• Erick (cs)

    A brillant example of the blinding effects of technology. The fact that something is new, unique, and clever means it MUST be better than an old, boring, traditional solution, right? Unfortunately, money speaks louder than common sense. And in this case, the money is saying, "No Quack."

  • Chan (unregistered)

    LoL I cannot stand not to laugh at the section which NN produce

  • Edward Royce (unregistered)

    Hmmmm.

    Come up with a neural network that can do documentation and I'll buy it.

  • dlikhten (cs)

    What do you get when you put a bunch of idiots together with a REALLY REALLY big roll of duct tape? A duct-tape house (though someone really wanted to tape a poster to the wall)

    Brilliant!

  • Anonymous (unregistered) in reply to Edward Royce
    Hmmmm.

    Come up with a neural network that can do documentation and I'll buy it.

    Sorry, my brain is not for sale. But you may want to ask your friendly neighborhood zombie for a spare one.

  • el guapo (unregistered)

    This neural network has a bright future writing body text for spam.

  • little biologist (unregistered)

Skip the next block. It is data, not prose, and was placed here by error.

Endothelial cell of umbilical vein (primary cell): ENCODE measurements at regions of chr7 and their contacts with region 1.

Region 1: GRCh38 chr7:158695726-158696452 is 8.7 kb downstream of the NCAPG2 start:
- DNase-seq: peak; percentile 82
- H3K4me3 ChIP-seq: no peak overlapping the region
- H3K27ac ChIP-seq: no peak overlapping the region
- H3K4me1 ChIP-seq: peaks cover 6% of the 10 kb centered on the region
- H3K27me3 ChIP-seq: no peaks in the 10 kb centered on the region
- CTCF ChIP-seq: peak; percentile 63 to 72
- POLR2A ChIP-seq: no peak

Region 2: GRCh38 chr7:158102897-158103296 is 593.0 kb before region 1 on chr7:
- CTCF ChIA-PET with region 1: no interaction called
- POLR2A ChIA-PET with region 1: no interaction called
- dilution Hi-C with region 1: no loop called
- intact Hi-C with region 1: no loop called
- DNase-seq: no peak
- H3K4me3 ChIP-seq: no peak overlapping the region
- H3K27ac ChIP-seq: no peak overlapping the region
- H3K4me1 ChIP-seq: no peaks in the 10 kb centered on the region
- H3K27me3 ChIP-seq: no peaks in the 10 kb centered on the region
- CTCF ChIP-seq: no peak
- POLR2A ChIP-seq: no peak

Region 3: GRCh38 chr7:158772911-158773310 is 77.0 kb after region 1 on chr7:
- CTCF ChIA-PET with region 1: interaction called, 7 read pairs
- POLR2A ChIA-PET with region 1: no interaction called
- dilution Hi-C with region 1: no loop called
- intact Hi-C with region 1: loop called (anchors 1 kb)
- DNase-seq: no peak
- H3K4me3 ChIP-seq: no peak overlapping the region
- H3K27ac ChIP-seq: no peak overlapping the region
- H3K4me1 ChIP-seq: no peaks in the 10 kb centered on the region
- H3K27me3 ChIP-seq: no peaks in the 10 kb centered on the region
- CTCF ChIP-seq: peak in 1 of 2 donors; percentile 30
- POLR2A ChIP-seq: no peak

Having both read a book on neural network and having programmed several small programs that parse chess game files (the PGNs) my mind was screaming OUCH OUCH OUCH...

  • Dana (unregistered)

    His really big mistake was trying to reason with management. A more subtle solution would have been to cloak the traditional approach so it would look like a neural network. Judging from management's complete lack of understanding of AI, there's a good chance they wouldn't have known the difference.

    You could coin this one, 'The Lies to Children' technique.

  • ChiefCrazyTalk (unregistered) in reply to Erick

    I call fake. If management was really told there was a better, cheaper way of doing something, and the neural network solution was unworkable, why would by the completely ignore the advice of an actual expert? Never mind, I may have answered my own question.

  • Pecos Bill (cs) in reply to ChiefCrazyTalk
    ChiefCrazyTalk: